Work in a saturated model $\cal U$ of sufficiently large cardinality.

Are there assumptions on $\kappa<|\cal U|$ that guarantee that any sequence $\langle a_i:i<\kappa\rangle$ has an subsequence of length $\kappa$ that is indiscernible?

(If the answer is yes could you please help me with a reference.)

  • $\begingroup$ If the theory has order, then the pairs $\{a_i, a_j\}$ are divided into to parts depending on whether $a_i < a_j$ or not. An indiscernible sequence must be homogeneous, showing that $\kappa \to (\kappa)^2_2$. Thus $\kappa$ must be weakly compact. I think using a similar argument we can show that $\kappa$ is Ramsey. I don't know if being Ramsey is sufficient. $\endgroup$ – Levon Haykazyan Sep 15 '14 at 10:27
  • $\begingroup$ Indeed $\kappa \to (\kappa)^2_\mu$ for $\mu>2^{|L|}$ may be sufficient. Then we obtain the sequence of indiscernibles by the usual method only, in place of proceeding by induction and applying compactness, $\kappa \to (\kappa)^2_\mu$ yields the required sequence in one step. $\endgroup$ – Primo Petri Sep 15 '14 at 10:49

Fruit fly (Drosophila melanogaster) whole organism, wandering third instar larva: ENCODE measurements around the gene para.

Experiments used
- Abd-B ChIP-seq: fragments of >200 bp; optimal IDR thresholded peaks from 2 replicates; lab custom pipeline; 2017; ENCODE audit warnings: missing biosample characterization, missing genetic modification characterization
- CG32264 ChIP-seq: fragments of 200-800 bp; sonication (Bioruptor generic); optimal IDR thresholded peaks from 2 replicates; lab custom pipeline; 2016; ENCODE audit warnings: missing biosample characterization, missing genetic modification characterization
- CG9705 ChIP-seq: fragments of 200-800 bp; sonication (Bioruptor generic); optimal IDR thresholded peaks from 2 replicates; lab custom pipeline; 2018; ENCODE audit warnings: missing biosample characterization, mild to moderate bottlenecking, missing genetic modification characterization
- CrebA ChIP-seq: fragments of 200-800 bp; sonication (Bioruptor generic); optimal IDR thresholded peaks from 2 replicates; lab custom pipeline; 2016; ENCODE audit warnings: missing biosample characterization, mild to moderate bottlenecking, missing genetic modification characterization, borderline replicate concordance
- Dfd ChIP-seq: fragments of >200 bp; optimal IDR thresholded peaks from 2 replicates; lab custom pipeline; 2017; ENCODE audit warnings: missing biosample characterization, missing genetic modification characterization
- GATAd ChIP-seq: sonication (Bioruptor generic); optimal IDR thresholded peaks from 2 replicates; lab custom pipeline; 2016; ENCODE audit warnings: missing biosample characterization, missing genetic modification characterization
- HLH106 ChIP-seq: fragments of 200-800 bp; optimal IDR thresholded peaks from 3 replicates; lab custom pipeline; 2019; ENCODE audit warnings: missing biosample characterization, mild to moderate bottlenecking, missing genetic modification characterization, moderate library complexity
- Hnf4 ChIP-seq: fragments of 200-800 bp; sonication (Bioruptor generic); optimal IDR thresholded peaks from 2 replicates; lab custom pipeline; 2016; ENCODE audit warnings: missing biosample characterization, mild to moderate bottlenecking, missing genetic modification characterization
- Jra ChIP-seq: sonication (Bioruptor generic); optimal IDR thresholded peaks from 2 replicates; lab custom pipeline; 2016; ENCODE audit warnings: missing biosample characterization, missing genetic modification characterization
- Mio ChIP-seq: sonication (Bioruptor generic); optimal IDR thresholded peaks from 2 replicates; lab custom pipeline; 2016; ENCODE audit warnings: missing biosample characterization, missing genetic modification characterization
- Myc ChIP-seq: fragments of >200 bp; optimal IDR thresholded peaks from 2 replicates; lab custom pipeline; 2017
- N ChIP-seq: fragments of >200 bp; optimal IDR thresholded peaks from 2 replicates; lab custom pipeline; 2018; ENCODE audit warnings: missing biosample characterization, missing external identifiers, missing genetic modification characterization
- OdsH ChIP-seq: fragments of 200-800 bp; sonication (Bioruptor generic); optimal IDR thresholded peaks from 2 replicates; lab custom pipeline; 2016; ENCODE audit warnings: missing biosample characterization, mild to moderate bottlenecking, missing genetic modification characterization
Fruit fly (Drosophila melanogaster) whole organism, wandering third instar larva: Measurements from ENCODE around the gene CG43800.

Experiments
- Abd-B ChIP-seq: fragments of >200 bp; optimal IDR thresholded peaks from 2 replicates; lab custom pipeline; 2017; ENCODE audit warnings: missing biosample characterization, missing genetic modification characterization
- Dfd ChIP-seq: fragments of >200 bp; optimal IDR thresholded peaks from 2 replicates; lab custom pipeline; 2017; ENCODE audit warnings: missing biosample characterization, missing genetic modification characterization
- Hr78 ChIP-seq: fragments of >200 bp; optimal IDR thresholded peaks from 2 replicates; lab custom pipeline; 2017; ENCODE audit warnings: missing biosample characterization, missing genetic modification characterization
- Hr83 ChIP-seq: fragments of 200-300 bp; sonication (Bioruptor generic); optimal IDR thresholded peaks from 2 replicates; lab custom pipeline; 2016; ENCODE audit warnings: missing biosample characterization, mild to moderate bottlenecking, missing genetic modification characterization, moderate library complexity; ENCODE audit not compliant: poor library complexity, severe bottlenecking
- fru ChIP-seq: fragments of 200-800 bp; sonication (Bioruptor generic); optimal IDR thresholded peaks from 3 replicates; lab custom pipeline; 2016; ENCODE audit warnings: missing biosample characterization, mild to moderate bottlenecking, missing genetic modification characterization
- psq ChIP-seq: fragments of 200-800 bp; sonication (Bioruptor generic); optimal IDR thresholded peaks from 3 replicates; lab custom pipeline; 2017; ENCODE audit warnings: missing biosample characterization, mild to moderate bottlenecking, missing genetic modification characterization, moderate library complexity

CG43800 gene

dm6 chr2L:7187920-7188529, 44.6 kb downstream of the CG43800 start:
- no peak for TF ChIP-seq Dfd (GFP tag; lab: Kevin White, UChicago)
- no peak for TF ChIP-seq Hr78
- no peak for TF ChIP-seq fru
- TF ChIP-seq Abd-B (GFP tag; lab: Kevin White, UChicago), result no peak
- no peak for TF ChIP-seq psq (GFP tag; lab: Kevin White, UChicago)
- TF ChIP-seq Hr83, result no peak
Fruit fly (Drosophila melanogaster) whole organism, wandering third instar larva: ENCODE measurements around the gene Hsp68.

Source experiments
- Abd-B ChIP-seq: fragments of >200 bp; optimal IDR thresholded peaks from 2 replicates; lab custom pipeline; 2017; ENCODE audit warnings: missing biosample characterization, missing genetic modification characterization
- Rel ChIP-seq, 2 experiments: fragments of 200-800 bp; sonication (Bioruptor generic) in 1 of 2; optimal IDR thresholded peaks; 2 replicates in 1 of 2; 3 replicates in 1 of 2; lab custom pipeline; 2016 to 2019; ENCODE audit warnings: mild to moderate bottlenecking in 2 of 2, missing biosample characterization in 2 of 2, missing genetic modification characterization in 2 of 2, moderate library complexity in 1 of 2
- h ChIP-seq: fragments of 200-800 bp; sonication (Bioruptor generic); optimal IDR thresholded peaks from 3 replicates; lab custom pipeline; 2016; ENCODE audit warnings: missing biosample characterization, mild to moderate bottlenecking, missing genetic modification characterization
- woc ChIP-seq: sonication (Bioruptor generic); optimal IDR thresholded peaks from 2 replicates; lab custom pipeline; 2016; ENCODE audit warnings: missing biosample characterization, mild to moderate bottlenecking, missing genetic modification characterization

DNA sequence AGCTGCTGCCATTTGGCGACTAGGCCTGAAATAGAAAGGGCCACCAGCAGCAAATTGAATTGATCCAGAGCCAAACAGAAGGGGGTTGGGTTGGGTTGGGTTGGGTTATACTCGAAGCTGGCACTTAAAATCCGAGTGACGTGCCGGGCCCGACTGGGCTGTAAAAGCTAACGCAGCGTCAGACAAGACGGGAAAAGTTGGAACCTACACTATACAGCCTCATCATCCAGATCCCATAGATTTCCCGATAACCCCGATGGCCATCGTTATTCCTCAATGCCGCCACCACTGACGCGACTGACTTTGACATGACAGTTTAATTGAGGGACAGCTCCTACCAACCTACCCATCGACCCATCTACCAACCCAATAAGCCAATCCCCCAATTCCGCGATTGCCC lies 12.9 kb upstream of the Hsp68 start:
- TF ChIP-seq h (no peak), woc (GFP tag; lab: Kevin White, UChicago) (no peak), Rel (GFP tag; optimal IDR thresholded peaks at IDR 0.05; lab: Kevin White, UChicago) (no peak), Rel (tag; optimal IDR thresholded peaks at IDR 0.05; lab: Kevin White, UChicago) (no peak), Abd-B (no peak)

Actually your question follows easily from the existence of a Ramsey cardinal $\kappa$, if you only ask your sequence to be indescernible over a subset of size $<\kappa$ and $|L|<\kappa$.

Recall that a Ramsey cardinal is an infinite cardinal satisfying that for each function $f:[\kappa]^{<\omega}\rightarrow\tau$, $2\leq\tau<\kappa$ there is $H\subseteq\kappa$ with $|H|=\kappa$ such that for all $n<\omega, f\upharpoonleft [H]^n$ is constant.

Given any subsets $A,B\subseteq U$ with $|B|=\kappa$ and $|A|<\kappa$, consider the function $f:[B]^{<\omega}\rightarrow \bigcup_{n<\omega} S^n(A)$ given by $(a_1,\ldots, a_n)\mapsto tp(a_1,\ldots, a_n)$. Then as $|\bigcup_{n<\omega} S^n(A)|\leq 2^{|L|+|A|}<\kappa$; $\kappa$ is inaccesible, there is $B'\subseteq B$ with $|B'|=\kappa$ such that $f\upharpoonleft [B']^n$ is constant for all $n$. This clearly implies in particular that any sequence in $U$ of length $\kappa$, has a subsequence of the same length indiscernible over $A$.

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